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Because pain is commonly associated with cancer, clinical questions understandably arise: Are patients with cancer especially at risk for opioid dependence or misuse? Can related risk factors be identified?
A new study of US military veterans has found that the overall incidence of persistent post-cancer treatment opioid use was 8.3% and was highest in patients who were previously chronic users.
Importantly, the authors identified factors associated with the risk of persistent opioid use, including younger age, white race, and increased comorbidity.
“Our study attempts to create an objective clinical tool that can help give providers a better understanding of a patient’s risk of opioid-related toxicity,” study author Lucas K. Vitzthum, MD, resident physician in the Department of Radiation Medicine and Applied Science at the University of California San Diego, said in a statement. “Ultimately, clinical tools such as ours could help providers identify which patients could benefit from alternative pain management strategies or referral to pain specialists.”
The study was published November 22 in the Journal of the National Cancer Institute.
The opioid crisis has been in the mainstream media for several years now, and the misuse of these agents is a national crisis. One recent study found that being a patient with cancer was associated with a much lower risk for opioid-related death in comparison with the general population. Other research showed that 10% of patients who had surgery that was expected to cure the cancer were still filling opioid prescriptions 1 year after that surgery, with daily opioid doses similar to those in long-term opioid users.
Risk Factors Identified, Risk Score Created
In the current study, Vitzthum and colleagues sought to identify clinical risk factors as well as create a risk score that could help identify patients with cancer who might be at risk of persistent opioid use and abuse.
Using the Veterans Affairs (VA) Informatics and Computing Infrastructure (VINCI) database, they selected a cohort of 106,732 cancer survivors who received a diagnosis between 2000 and 2015. The patient population included patients with cancer who were treated with definitive local therapy (surgery, radiation therapy, or both) and who were alive without recurrence 2 years after they began treatment.
The primary endpoint was persistent opioid use that was defined as having filled 120 or more days’ supply or 10 or more opioid prescriptions from 1 to 2 years following the initiation of curative treatment. Secondary endpoints included diagnoses of opioid abuse or dependence and hospital admission for opioid abuse.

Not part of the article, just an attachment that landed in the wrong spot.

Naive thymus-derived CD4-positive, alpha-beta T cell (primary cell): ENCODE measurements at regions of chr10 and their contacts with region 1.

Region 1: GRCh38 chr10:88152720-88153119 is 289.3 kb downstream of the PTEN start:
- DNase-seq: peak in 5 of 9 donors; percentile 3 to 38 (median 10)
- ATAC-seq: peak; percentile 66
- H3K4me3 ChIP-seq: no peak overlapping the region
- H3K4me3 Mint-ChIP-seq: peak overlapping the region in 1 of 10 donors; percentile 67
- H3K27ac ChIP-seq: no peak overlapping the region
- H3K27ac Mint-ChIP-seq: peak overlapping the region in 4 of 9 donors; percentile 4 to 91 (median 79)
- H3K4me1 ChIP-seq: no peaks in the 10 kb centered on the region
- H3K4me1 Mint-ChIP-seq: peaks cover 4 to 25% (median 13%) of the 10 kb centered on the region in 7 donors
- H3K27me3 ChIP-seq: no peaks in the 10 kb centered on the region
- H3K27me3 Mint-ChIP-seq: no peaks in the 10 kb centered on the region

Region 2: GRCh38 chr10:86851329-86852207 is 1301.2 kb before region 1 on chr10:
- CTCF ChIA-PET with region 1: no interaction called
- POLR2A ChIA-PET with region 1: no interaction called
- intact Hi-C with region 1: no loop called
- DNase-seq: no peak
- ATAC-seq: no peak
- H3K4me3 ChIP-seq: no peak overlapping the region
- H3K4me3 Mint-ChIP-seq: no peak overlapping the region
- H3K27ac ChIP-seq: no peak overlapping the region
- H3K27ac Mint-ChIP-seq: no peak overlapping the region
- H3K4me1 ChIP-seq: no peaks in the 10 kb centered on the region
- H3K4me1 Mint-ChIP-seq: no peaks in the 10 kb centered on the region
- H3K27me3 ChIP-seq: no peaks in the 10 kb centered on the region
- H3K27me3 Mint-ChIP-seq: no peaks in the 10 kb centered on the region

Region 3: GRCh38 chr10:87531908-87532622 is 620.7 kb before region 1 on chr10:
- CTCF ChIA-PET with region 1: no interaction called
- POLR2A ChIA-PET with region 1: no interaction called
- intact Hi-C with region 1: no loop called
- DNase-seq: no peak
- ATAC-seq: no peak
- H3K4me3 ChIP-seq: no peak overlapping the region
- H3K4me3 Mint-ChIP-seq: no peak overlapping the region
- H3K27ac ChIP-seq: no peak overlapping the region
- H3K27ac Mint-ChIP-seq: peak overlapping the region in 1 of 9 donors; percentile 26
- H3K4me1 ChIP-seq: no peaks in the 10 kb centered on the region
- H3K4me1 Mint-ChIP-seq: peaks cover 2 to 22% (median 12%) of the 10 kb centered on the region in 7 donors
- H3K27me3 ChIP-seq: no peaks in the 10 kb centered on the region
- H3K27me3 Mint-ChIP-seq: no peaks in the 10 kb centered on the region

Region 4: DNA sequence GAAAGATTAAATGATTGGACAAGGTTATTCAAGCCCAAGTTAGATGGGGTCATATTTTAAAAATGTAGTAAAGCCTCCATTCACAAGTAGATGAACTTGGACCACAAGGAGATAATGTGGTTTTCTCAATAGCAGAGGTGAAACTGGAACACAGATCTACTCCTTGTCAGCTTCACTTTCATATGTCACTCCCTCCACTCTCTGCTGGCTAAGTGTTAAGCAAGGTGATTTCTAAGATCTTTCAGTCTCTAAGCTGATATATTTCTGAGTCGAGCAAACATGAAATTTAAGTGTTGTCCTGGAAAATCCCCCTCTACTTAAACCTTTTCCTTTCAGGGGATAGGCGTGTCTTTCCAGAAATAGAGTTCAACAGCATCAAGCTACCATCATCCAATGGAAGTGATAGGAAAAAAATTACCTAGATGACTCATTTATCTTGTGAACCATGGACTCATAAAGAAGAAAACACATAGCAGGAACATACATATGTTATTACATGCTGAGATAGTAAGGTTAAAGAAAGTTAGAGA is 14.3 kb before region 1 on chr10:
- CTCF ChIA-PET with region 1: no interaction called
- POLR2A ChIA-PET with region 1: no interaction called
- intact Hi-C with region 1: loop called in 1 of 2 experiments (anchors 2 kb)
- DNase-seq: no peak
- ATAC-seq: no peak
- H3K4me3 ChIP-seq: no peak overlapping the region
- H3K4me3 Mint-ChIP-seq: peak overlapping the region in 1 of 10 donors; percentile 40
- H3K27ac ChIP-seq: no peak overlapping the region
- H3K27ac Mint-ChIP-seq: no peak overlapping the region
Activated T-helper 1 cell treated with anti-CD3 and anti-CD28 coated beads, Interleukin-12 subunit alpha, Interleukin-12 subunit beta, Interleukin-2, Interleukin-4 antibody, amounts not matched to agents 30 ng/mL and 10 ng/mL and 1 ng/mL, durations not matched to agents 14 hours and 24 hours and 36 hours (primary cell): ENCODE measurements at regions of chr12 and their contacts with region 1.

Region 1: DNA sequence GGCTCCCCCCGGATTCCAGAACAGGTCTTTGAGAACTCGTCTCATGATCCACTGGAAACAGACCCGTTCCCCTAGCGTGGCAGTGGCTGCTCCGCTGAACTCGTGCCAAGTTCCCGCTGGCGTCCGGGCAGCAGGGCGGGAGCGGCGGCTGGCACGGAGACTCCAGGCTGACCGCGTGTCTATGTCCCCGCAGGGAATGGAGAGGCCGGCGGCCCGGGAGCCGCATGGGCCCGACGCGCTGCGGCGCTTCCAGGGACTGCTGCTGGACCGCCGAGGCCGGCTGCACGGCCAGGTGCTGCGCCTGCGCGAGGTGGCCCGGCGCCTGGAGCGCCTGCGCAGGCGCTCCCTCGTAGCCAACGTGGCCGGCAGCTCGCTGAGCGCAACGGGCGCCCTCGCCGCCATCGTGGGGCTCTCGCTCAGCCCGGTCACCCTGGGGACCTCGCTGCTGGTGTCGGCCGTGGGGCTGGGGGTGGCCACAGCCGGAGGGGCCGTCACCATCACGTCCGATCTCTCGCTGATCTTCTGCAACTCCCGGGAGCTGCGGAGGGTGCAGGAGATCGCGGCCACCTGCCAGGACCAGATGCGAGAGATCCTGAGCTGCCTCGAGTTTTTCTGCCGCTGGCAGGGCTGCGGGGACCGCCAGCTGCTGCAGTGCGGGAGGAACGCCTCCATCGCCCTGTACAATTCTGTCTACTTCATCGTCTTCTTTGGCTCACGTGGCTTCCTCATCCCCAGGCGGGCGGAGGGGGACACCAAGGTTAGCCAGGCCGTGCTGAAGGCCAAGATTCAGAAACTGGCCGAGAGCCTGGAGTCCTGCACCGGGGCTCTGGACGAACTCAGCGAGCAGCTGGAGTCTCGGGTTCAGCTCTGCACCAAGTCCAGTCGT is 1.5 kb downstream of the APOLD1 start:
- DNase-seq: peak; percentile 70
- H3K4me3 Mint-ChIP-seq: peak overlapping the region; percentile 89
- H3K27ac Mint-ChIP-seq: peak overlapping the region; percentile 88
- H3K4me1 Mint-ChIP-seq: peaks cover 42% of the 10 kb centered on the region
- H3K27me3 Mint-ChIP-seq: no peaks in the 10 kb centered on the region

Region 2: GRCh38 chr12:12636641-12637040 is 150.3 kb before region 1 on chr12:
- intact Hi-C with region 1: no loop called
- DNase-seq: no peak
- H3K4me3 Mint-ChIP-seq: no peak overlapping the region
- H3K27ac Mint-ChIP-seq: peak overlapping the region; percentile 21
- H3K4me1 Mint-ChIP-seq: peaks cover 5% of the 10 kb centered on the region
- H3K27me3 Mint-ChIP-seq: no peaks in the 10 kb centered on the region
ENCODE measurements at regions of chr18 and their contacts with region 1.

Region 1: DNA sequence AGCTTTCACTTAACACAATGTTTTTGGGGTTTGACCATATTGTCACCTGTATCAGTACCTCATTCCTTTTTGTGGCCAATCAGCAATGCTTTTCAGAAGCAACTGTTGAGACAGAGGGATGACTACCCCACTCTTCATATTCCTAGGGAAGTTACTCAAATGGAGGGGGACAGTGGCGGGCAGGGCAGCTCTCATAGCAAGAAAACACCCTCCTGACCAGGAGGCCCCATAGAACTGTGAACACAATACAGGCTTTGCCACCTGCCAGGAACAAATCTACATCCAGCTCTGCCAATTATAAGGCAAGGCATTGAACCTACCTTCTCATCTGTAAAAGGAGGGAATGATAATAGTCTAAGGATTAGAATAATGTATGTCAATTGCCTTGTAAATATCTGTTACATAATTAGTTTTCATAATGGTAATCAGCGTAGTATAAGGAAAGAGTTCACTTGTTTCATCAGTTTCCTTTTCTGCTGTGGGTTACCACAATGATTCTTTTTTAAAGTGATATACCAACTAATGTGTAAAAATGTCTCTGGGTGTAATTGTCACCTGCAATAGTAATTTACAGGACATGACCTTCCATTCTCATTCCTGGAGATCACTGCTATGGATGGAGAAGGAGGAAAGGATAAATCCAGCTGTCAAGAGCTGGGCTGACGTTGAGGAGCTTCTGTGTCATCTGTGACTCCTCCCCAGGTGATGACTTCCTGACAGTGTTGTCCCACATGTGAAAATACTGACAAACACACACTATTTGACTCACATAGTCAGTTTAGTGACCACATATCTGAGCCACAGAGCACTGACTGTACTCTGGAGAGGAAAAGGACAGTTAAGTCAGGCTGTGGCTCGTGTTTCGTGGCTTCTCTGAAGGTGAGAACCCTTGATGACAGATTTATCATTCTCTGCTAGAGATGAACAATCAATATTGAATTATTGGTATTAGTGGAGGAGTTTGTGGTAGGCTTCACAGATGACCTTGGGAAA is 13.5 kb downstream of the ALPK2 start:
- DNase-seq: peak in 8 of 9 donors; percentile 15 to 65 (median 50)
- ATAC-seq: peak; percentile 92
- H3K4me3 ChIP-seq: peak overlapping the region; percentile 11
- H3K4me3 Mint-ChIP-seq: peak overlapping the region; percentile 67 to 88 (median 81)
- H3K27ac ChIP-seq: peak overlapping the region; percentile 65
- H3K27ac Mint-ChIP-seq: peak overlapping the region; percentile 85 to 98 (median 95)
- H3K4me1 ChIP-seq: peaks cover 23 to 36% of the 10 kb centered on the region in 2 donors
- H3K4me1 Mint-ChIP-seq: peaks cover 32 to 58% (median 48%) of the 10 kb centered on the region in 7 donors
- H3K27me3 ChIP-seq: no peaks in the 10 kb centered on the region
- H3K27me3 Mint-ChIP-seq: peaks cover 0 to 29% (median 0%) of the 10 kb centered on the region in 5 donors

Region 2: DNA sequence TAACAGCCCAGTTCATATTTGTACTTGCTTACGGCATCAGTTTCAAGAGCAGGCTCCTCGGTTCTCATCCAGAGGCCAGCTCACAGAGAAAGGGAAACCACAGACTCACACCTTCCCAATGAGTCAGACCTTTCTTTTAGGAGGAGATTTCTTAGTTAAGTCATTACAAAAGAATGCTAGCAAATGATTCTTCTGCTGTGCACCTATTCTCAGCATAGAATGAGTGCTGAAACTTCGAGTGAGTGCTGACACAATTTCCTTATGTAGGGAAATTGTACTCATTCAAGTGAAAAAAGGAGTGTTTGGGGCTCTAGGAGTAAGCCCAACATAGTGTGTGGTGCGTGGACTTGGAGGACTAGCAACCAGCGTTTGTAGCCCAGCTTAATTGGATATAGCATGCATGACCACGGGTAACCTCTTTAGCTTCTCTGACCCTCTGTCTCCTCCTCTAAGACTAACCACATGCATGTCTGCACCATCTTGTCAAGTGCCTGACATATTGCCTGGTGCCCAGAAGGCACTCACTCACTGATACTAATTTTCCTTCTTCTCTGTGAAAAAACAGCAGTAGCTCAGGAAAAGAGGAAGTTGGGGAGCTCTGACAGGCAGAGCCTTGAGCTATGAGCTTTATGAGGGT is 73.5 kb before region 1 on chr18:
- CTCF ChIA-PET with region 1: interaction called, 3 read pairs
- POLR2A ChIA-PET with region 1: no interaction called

Persistent opioid use varied substantially by a history of opioid use before being diagnosed with cancer. Rates were lowest for those who had never used opioids (3.5%), next highest for prior intermittent users (15%), and highest among prior chronic users (72.2%).
Among patients who were opioid naïve, the variation in rates was associated with whether or not opioids were given during the diagnostic and treatment period. Patients who received opioid drugs during that time had rates of persistent posttreatment use of 6.2% vs 1.5% for patients who did not receive a prescription.
Opioid abuse or dependence occurred in 2.9% of patients and opioid-related admissions occurred in 2.1%.
The authors also identified several factors that were associated with the risk of persistent opioid use. These included younger age, white race, increased comorbidity, being unemployed at the time of diagnosis, lower median income, and current or prior tobacco use.
In a release, study coauthor James D. Murphy, MD, also from the University of California San Diego, noted that “opioids play an important role in helping patients with pain from cancer, or pain because of treatment. Despite this important role, opioid use carries a risk of problems related to long-term use or abuse. From a healthcare provider perspective, we need better approaches to identify cancer patients at risk of these opioid-related problems.”
Approached by Medscape Medical News for an independent comment, several experts gave their thoughts on the study.